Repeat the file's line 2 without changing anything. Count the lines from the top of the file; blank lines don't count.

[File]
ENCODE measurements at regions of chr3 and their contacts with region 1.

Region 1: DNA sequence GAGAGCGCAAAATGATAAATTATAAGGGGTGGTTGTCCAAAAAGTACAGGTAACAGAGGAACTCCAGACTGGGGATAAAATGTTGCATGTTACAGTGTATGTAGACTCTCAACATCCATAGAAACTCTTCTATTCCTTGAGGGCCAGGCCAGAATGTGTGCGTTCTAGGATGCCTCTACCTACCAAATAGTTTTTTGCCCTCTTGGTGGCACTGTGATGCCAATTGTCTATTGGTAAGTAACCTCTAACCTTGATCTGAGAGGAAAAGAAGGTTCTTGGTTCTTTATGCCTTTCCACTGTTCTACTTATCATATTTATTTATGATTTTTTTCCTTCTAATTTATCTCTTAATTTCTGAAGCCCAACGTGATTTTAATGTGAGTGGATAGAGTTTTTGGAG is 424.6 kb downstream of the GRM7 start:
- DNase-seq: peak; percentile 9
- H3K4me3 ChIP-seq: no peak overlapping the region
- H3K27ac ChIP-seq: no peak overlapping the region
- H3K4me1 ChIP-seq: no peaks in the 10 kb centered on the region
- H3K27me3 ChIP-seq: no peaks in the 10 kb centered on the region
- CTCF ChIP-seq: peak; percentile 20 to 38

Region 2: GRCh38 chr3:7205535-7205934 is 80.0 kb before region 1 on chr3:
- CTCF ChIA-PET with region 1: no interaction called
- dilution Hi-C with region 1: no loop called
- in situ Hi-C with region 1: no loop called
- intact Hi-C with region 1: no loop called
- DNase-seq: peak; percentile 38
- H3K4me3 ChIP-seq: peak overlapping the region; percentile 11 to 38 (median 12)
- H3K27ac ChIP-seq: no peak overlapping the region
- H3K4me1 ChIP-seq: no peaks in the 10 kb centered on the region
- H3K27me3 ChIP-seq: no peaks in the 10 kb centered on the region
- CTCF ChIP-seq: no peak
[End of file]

Region 1: DNA sequence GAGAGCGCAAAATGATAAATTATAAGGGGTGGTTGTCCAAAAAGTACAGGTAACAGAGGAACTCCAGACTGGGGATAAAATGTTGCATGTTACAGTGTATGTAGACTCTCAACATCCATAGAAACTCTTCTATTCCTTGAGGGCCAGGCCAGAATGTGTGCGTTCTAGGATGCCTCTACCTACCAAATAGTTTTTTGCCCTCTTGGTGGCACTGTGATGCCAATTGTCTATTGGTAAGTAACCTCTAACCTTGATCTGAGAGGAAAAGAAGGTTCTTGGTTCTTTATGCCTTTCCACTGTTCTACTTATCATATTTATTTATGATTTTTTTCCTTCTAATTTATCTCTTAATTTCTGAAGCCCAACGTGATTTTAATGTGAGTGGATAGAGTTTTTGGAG is 424.6 kb downstream of the GRM7 start: